The TUC is getting worked up about the increased use of anti-Union consultants by firms in the UK. This report, by the LSE’s John Logan, describes how these organisations operate and some of their recent campaigns against union organisation.
While some of the union-busting campaigns in the USA may have included the intimidation of employees and the dismissal of union activists, the examples from this country read more like PR battles. Where unions have lost, it is because their spin-doctors have not been as clever as those used by the other side.
Anti-union consultants have much less room to manoeuvre under UK law. Unfair dismissal regulation protects union activists regardless of their length of service. Employers are also obliged to recognise unions where there is enough support for them within a workplace. Data protection laws prevent companies from handing over employee details to anti-union consultants for mass mailings. The sort of aggressive tactics and campaigns of intimidation run by anti-union consultants in the USA would soon fall foul of the law in this country.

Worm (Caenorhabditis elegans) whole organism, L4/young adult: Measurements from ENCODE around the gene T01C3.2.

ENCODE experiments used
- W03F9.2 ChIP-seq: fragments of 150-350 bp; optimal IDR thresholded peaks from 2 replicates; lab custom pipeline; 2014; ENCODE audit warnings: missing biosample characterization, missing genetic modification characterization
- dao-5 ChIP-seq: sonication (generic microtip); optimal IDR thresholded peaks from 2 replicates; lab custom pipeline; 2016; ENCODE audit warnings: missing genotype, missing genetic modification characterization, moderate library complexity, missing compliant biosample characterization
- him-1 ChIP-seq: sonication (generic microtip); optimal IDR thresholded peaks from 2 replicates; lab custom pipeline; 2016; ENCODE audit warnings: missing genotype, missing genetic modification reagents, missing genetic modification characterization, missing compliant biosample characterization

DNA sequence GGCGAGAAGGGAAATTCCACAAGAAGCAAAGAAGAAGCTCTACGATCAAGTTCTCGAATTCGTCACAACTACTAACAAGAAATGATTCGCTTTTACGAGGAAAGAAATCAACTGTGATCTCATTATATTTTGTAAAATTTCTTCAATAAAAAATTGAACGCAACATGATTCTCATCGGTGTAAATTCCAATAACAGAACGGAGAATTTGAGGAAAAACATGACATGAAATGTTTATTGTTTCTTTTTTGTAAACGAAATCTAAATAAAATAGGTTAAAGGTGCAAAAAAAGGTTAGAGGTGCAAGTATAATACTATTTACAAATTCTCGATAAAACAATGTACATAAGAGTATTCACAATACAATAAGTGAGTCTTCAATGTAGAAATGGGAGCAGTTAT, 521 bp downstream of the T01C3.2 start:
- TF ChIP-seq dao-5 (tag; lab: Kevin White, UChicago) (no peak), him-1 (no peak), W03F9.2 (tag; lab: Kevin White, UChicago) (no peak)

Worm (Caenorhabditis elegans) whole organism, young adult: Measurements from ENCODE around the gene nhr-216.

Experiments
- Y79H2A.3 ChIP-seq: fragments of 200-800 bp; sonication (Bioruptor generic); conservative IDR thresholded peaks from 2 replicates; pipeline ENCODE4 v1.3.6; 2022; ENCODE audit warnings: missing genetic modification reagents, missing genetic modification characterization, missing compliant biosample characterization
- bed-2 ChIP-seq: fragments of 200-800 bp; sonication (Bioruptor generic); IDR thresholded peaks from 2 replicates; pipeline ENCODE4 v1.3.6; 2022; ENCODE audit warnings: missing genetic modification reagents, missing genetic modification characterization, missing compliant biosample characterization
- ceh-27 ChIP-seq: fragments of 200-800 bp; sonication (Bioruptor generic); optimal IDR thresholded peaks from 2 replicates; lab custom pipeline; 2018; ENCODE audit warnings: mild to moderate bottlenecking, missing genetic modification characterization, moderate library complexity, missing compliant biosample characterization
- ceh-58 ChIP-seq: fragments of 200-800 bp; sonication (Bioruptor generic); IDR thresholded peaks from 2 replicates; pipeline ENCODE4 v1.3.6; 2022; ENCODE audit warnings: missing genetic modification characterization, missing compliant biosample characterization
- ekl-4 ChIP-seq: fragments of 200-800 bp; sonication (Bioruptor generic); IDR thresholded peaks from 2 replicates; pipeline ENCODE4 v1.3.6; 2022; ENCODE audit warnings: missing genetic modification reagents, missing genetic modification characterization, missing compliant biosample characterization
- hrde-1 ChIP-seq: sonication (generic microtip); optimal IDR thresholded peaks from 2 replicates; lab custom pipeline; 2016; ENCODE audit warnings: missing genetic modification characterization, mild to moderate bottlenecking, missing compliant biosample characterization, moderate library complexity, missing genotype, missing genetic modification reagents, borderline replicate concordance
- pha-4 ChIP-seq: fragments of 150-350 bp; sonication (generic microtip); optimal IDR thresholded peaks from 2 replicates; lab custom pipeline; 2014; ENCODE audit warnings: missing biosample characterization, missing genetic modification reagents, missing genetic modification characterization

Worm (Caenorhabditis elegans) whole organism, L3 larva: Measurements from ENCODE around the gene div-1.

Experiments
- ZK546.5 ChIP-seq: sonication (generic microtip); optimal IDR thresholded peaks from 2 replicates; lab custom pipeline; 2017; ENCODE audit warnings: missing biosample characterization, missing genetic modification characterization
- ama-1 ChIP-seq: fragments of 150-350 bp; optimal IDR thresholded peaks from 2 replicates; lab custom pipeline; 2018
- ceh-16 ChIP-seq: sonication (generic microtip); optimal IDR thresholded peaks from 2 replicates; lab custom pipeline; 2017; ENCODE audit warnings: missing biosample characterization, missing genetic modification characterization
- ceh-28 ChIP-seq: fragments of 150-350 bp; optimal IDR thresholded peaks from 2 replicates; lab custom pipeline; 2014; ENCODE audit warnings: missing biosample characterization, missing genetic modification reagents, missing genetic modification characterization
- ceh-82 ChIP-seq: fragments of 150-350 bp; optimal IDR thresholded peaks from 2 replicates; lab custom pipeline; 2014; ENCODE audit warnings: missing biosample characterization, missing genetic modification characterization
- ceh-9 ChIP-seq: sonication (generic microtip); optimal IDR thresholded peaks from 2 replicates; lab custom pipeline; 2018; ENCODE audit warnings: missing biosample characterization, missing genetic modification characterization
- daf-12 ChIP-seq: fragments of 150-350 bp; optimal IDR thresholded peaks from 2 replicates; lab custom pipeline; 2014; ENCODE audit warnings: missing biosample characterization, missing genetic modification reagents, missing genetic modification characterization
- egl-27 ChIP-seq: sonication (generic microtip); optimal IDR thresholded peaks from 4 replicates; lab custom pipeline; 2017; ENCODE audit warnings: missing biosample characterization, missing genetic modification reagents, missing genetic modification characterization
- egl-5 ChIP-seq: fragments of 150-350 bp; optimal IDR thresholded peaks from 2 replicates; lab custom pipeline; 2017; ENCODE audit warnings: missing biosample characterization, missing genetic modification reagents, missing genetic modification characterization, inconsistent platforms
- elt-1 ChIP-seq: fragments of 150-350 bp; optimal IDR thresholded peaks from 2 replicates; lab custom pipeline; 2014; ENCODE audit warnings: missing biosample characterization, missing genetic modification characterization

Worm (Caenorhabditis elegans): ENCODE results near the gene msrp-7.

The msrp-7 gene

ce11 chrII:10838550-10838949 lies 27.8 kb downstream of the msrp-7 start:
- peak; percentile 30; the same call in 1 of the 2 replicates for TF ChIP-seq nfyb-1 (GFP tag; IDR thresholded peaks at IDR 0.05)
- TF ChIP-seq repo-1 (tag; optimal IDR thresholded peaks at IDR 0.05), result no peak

I am also dubious about the costs and benefits of such campaigns. I don’t know how much firms like the Burke Group charge but I imagine they would be very expensive. Is it really worth that much money and aggravation to keep unions out of a company? Might the aggressive tactics just leave you with an un-unionised but resentful workforce?
The anti-union campaign at Kettle Chips resulted in a consumer backlash and another expensive PR campaign by the company, again led by a consultancy firm, to repair its reputation. Was it worth all that money and effort just to stop people joining a union?
I am sceptical about the benefits of anti-union campaigns. They are expensive, they divert effort and focus away from a company’s core business and I doubt whether the cost justifies the saving of time and money gained from having a non-union workforce.
The reason why they are popular with some managers may, I suspect, have little to do with a hard-nosed financial calculation. This comment from a director at a Havant based company is illuminating:
Union free activities are high adrenal and time consuming events.
In other words, there’s a buzz about them. Managers get a kick from the battle – especially if they win. Anti-union campaigns provide an exciting diversion from the hum-drum activities of running a company. Whether or not they actually save the company money is, I suspect, a secondary consideration.
The TUC report concedes that union busting campaigns are still relatively uncommon in the UK. I’m not surprised. Perhaps, like me, most managers are sceptical about the benefits. This is one US import that I can’t see catching on over here.